What are carers in each of the four UK countries entitled to?

This explainer covers the support that carers, both informal and formal, are able to claim under national or local criteria within each of the four UK countries.

Blog post

Published: 15/04/2020

Key points

  • In each of the four UK countries, there is a strong and heavy reliance on informal carers. Figures from the last census in 2011 estimate the number of informal carers across the UK to be in the region of 6.5 million, and it is likely that this has risen since then.
  • Carers in each of the UK countries are eligible for assessments by their local authority or Health and Social Care Trust. Eligible individuals are entitled to a support plan.
  • Different initiatives have been undertaken to support carers and their wellbeing. Of note is Scotland’s Carer’s Allowance Supplement, which brings Carer’s Allowance in line with Jobseeker’s Allowance.




N. Ireland

Estimated number of carers[1] (2011)






Carers in legislation

Care Act 2014

Carers Action Plan 2018

Social Services and Wellbeing Act 2014

Carers Act 2016

Carers and Direct Payments Act 2002


‘An adult who provides or intends to provide care for another adult’

‘A person who provides care or intends to provide care for an adult or disabled child’

‘An individual who provides or intends to provide care for another individual, the cared-for person’

No legislated definition

Legal entitlements

LA duty to provide an assessment and the required services that fall under national eligibility criteria

LA general duty to promote wellbeing of people in need and their carers, under national eligibility criteria

LA duty to provide support to carers under local eligibility criteria

Specific adult carers support plan

Requirement for LAs to have information/advice services for carers

HSCT duty to provide assessment, but HSCTs retain discretion whether or not to provide support

‘LA’ stands for local authority. ‘HSCT’ stands for ‘Health and Social Care Trust’.
* All figures reported here are taken from the UK Census (2011)[2] and are the most recent comparable resource. The 759,000 figure is reported by the Scottish government (2015)[3] and represents numbers of carers over 16. The data are collected differently and are therefore not directly comparable. Assessing the ‘actual’ number of carers has been reported as a challenge across all four nations.


The Care Act (2014) provided a new definition of a carer (‘an adult who provides or intends to provide care for another adult’), and established duties for local authorities to provide an assessment and support to eligible needs.

As such, individuals providing informal care are entitled to a carer’s assessment by the local authority to determine how to support the carer’s needs and whether their role is sustainable in the long term. Carer entitlement is subject to national eligibility criteria if the local authority believes the carer has needs[4]:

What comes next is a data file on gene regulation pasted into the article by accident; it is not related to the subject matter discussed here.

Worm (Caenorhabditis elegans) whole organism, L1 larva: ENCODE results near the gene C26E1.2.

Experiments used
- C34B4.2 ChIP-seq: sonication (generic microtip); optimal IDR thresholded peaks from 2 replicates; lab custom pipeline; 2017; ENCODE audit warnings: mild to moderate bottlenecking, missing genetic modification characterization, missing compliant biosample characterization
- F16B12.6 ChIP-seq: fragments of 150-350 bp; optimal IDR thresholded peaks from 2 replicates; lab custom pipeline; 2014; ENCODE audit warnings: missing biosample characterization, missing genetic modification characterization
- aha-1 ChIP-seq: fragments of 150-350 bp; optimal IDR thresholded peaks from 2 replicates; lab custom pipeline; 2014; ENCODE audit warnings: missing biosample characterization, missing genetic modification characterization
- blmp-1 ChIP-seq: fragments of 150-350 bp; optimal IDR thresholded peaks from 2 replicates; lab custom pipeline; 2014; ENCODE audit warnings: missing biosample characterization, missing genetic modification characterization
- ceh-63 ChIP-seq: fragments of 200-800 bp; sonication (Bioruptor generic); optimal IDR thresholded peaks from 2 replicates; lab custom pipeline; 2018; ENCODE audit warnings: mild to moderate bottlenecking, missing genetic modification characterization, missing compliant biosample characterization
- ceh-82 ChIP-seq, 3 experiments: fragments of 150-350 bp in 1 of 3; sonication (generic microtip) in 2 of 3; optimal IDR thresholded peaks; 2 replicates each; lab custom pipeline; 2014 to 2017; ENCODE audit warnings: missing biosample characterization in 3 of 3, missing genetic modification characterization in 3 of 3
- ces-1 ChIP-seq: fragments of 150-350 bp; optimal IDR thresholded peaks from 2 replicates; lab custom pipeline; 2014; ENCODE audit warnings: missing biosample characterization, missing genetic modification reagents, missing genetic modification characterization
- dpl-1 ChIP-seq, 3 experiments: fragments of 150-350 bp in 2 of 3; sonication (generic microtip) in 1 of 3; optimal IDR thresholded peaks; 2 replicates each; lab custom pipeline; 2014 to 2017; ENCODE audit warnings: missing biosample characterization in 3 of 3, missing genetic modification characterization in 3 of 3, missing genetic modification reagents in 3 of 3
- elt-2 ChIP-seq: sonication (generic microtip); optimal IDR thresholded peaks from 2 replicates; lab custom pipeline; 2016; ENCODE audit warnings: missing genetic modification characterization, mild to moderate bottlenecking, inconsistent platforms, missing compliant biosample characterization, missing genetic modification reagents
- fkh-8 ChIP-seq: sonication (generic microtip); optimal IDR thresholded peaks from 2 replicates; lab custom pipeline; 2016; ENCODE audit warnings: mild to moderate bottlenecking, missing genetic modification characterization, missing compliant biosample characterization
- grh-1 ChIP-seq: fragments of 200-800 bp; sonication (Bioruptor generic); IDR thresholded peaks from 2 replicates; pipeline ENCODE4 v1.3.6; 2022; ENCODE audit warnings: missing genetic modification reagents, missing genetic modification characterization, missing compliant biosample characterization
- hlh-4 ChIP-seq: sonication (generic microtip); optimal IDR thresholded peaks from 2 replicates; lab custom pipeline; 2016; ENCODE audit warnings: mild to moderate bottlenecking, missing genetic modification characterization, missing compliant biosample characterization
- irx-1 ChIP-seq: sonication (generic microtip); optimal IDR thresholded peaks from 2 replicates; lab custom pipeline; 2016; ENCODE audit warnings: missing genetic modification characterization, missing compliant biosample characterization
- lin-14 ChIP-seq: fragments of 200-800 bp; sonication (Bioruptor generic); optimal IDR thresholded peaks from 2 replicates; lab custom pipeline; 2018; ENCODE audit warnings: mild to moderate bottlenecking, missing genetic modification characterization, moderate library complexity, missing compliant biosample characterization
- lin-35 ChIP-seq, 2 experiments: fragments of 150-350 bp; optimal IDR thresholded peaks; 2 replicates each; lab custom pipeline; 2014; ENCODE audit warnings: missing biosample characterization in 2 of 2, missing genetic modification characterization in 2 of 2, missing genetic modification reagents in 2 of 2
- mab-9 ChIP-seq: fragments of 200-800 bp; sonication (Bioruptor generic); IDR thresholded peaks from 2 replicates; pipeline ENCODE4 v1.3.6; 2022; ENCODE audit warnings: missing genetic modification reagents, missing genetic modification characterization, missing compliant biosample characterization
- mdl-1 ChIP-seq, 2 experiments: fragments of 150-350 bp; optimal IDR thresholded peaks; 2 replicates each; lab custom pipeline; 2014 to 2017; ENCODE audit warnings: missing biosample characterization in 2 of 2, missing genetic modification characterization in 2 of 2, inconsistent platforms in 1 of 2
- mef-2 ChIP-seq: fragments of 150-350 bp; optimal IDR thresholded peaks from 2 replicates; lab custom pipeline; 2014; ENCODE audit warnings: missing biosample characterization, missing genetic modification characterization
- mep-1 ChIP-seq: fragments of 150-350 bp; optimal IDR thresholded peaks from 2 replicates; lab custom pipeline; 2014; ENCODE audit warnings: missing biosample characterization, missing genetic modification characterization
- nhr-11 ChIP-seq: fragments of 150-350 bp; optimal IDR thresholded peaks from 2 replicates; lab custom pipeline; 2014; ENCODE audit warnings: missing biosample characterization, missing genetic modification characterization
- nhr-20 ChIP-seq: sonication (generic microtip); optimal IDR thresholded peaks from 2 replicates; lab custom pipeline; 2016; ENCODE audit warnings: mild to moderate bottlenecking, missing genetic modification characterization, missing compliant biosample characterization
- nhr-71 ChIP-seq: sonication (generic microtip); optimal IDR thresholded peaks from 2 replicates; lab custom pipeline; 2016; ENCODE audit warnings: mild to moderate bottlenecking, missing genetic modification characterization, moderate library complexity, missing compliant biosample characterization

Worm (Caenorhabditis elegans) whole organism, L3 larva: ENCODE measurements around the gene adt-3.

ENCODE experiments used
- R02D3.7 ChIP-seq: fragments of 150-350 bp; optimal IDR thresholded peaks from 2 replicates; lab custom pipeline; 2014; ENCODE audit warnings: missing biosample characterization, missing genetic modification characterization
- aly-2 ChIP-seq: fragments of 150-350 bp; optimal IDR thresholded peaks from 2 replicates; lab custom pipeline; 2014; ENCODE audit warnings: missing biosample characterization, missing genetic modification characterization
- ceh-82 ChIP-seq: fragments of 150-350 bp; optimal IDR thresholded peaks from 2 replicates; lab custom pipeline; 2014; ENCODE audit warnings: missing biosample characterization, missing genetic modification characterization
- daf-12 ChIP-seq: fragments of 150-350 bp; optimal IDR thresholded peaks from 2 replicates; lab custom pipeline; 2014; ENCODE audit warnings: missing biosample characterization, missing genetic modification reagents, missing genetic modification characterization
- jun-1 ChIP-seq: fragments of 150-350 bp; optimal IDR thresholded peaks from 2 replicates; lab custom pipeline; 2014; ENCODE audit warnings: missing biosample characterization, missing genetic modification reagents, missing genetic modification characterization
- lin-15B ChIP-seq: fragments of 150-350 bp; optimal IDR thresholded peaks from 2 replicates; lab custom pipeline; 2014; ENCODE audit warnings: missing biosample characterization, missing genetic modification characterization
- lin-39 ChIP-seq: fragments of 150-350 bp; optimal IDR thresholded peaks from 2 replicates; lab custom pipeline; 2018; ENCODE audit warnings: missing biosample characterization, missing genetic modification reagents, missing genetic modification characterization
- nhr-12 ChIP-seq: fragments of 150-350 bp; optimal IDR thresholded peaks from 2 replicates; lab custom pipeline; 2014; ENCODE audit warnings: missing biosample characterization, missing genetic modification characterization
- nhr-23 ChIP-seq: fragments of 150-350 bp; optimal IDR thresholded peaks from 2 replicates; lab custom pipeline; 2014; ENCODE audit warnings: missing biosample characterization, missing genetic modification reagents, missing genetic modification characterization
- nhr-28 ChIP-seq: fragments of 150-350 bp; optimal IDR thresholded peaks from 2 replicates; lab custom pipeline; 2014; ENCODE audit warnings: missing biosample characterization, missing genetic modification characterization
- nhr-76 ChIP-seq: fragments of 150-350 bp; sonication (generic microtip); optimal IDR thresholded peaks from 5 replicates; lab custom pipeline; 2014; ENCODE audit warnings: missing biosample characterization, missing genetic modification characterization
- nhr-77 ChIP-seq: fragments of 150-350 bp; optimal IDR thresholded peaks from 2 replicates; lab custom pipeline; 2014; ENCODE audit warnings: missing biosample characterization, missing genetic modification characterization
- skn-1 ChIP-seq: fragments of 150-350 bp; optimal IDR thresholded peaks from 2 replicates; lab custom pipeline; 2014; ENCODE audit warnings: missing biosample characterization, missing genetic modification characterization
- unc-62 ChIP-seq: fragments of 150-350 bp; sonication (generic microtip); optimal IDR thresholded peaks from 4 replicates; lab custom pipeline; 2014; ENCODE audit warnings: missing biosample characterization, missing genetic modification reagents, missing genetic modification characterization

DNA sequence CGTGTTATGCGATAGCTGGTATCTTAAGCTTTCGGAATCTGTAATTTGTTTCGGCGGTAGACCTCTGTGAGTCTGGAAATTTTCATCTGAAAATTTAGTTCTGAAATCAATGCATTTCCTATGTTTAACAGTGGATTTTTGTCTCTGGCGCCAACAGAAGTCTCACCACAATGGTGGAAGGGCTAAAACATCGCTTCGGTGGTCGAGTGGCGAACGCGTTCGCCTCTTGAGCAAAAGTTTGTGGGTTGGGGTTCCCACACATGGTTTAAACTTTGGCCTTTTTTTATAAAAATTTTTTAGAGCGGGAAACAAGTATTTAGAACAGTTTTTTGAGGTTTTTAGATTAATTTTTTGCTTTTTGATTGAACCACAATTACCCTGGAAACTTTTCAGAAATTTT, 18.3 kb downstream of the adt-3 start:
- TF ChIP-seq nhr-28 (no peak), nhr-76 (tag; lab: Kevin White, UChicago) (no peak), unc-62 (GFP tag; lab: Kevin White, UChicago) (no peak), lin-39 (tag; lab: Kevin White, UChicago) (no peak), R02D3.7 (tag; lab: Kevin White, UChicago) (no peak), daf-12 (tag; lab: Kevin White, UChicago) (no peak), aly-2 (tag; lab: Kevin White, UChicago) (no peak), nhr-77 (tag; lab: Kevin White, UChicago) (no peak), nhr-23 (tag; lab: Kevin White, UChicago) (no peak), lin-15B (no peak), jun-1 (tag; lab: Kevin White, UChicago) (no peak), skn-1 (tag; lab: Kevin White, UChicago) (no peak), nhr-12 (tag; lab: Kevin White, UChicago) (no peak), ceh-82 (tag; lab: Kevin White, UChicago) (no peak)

1. Arising from the care and support provided to another individual
  2. The carer is unable to achieve some of the outcomes listed in the eligibility regulations or is at a risk of their physical or mental health deteriorating
  3. The carer’s wellbeing is affected as a result of this.

Carers are also entitled to a Carer’s Allowance, administered by the Department for Work and Pensions, if they care for someone at least 35 hours a week. This is set at £66.15 a week. While there have been calls to increase the Carer’s Allowance in line with Jobseeker’s Allowance (see Scotland), it seems unlikely this will happen in the near future. 

With strains on formal provision of care and a growth in need, it is likely that the number of informal carers has grown substantially since the 2011 Census[5], and that the number of people in receipt of the Carer’s Allowance is rising[6]. Surveys of carers suggest that their welfare is decreasing as their workload becomes greater and their access to local support is reduced.[7] Attempts to provide greater support to carers have included the development of the Carers Action Plan 2018–2020 and the Supporting carers in general practice framework. However, many carers have reported that the provisions of the Care Act have made little difference[8], suggesting that more needs to be done to provide carers with the support they need.


Similarly to England, the Social Services and Wellbeing Act 2014 provides a new definition of a carer in Wales (‘a person who provides or intends to provide care for an adult or disabled child’) and establishes duties to local authorities to provide support to carers on the same grounds as the person being cared for.[9]